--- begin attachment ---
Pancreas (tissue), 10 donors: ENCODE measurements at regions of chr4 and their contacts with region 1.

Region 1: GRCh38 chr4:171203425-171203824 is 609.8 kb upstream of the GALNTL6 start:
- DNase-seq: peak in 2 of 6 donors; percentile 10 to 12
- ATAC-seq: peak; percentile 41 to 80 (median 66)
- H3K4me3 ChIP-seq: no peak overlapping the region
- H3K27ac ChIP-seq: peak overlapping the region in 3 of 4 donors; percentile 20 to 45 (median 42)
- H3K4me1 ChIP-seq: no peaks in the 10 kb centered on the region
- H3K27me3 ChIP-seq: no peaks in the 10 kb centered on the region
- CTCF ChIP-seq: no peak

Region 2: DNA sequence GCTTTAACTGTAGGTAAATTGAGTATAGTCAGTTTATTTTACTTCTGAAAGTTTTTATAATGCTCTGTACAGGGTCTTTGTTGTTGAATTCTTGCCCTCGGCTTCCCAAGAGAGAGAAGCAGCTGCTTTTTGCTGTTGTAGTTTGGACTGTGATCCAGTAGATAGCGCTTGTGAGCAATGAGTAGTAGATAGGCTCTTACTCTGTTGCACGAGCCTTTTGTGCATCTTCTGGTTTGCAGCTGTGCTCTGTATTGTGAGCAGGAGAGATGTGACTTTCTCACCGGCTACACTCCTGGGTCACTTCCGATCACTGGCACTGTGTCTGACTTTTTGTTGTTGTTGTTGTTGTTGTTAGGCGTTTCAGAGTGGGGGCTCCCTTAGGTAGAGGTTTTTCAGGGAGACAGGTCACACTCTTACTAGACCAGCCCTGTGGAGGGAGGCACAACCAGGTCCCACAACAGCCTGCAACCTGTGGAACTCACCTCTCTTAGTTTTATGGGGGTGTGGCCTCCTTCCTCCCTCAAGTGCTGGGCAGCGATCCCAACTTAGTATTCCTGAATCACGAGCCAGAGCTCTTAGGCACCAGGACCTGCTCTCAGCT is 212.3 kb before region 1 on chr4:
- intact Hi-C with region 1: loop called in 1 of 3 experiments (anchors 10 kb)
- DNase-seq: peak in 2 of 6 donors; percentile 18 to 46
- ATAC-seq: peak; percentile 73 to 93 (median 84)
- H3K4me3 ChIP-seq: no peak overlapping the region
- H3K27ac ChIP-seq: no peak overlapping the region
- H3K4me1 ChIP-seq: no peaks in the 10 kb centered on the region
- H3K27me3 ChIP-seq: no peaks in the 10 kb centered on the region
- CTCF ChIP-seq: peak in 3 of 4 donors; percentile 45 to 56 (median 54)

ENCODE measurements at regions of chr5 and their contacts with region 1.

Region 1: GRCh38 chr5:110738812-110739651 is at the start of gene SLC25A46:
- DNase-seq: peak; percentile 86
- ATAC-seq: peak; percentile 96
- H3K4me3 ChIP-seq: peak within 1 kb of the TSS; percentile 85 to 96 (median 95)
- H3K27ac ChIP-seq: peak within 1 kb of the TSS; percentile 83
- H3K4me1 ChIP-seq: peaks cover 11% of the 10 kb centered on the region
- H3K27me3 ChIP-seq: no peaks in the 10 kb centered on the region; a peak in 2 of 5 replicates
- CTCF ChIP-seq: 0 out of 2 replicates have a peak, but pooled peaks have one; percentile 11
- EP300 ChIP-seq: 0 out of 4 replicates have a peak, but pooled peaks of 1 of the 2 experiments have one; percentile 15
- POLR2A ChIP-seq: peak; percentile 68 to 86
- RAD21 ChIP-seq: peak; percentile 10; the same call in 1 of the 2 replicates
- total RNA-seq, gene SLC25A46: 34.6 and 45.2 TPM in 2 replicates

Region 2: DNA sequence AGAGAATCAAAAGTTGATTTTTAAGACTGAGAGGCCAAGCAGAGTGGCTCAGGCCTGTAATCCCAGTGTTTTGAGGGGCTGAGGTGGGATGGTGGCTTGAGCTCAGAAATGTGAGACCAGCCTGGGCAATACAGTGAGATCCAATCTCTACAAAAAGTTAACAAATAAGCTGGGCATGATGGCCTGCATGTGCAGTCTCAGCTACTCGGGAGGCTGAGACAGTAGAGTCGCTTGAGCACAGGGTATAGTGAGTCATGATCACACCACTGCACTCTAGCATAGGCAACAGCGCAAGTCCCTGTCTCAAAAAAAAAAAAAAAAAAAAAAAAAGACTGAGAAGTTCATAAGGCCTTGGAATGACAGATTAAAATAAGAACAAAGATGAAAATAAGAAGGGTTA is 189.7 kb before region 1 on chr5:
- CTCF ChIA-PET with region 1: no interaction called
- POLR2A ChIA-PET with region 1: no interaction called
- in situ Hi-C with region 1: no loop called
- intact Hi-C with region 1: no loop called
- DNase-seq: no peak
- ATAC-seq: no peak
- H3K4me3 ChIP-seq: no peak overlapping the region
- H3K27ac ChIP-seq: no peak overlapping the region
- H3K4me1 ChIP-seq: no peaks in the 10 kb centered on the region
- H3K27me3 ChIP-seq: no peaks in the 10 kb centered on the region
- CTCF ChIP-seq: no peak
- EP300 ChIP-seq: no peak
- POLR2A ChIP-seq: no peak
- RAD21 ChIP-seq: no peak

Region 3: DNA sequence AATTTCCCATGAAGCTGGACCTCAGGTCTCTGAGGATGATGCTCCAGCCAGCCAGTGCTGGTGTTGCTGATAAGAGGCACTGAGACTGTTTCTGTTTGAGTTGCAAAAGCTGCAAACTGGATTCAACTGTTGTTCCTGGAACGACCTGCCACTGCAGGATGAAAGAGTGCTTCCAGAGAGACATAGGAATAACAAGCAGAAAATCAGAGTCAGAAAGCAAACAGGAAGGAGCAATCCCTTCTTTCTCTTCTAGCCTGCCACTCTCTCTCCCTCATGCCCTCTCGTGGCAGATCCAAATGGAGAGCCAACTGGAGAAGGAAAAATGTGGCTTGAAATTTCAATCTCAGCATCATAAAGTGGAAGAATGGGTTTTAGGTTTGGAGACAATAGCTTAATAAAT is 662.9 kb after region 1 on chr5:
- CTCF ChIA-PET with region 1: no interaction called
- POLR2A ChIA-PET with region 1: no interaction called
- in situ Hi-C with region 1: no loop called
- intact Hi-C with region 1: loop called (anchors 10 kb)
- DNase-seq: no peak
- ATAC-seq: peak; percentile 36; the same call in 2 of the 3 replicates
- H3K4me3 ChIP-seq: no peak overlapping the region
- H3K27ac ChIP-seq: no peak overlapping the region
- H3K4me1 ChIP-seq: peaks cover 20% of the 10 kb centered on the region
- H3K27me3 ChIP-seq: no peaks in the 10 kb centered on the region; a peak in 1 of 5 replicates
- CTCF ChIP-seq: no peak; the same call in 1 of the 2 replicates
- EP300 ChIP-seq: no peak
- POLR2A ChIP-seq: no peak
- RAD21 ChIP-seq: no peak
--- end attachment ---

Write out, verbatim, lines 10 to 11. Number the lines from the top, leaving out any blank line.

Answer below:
Region 2: DNA sequence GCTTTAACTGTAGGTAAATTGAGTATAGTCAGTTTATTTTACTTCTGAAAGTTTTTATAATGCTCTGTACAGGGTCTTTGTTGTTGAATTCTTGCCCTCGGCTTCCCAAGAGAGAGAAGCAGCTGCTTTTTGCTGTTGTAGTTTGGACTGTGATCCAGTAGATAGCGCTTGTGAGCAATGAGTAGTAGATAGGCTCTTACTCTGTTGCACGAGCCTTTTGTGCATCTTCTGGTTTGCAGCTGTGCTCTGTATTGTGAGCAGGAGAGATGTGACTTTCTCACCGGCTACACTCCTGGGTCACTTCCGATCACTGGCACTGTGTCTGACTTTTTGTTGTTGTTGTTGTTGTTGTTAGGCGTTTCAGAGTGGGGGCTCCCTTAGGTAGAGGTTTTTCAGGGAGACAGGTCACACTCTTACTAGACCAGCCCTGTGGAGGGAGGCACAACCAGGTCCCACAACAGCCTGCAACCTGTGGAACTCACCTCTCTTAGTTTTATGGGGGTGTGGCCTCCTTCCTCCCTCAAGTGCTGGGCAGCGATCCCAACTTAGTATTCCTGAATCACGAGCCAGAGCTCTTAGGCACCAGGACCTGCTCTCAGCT is 212.3 kb before region 1 on chr4:
- intact Hi-C with region 1: loop called in 1 of 3 experiments (anchors 10 kb)